Assertive and cooperative

Competing (assertive and uncooperative) – When one person seeks to satisfy his or her own interests, regardless of the impact on the other parties to the conflict, that person is competing. Competing is when you, for example, win a bet and your opponent loses. Collaborating (assertive and cooperative) – When the parties to conflict each desire to fully satisfy the concerns of all parties, there is cooperation and a search for a mutually beneficial outcome.
In collaborating, the intention of the parties is to solve a problem by clarifying differences rather than by accommodating various points of view. If you attempt to find a win/win solution that allows both parties’ goals to be completely achieved, that is collaborating. Avoiding (unassertive and uncooperative) – A person may recognize that a conflict exists and want to withdraw from it or suppress it. Examples of avoiding include trying to just ignore a conflict and avoiding others with whom you disagree.
Accommodating (unassertive and cooperative) – When one party seeks to appease an opponent, that party may be willing to place the opponent’s interests above his or her own. In other words, in order for the relationship to be maintained, one party needs to be willing to be self-sacrificing. This intention is referred to as accommodating. Supporting someone else’s opinion despite your reservations about it, for example, would represent accommodating.

Compromising (mid-range on both assertiveness and cooperativeness) – When each party to a conflict seeks to give up something, sharing occurs, resulting in a compromised outcome. In compromising, there is no clear winner or loser. Rather, there is willingness to ration the object of the conflict and accept a solution that provides incomplete satisfaction of both parties’ concerns. The distinguishing characteristic of compromising, therefore, is that each party intends to give up something.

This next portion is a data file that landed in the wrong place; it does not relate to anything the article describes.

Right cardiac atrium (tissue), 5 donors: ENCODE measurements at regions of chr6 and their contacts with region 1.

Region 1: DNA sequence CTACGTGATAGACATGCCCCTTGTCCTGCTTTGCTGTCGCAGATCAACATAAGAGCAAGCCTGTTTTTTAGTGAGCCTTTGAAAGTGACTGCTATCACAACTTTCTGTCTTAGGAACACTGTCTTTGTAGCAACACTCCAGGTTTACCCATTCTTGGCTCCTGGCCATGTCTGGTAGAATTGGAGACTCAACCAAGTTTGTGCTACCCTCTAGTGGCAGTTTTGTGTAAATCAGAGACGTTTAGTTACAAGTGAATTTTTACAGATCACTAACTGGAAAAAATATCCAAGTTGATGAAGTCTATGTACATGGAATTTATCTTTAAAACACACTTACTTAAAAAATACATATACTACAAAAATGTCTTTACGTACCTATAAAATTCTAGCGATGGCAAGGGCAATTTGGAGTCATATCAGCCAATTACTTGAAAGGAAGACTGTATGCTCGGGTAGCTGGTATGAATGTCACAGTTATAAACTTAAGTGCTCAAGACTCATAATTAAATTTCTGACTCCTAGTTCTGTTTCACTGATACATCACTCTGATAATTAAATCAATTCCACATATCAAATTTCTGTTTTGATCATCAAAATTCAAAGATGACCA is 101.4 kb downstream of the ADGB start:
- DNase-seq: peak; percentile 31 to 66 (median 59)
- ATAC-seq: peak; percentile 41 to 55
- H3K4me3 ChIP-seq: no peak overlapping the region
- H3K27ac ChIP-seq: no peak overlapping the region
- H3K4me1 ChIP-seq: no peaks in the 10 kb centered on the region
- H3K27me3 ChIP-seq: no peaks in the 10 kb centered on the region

Negotiation. Negotiation permeates the interactions of almost everyone in groups and organizations. There’s the obvious: labour bargains with management, and there’s the not-so-obvious: Managers negotiate with employees, peers, and bosses. We can define negotiation as a process in which two or more parties exchange goods or services and attempt to agree on the exchange rate for them. There are two general approaches to negotiation, distributive bargaining and integrative bargaining.
The most identifying feature of distributive bargaining is that it operates under zero-sum conditions. That is, any gain I make is at your expense and vice versa. The most widely cited example of distributive bargaining is in labour management negotiations over wages. Typically, labour’s representatives come to the bargaining table determined to get as much money as possible out of management. Because every cent more that labour negotiates increases management’s costs, each party bargains aggressively and treats the other as an opponent who must be defeated.
Integrative bargaining operates under the assumption that there are one or more settlements that can create a win/win solution. In terms of intraorganizational behaviour, all things being equal, integrative bargaining is preferable to distributive bargaining. This is because the former builds long-term relationships. It bonds negotiators and allows them to leave the bargaining table feeling that they have achieved a victory. Distributive bargaining, however, leaves one party a loser. It tends to build animosities and deepen divisions when people have to work together on an ongoing basis.

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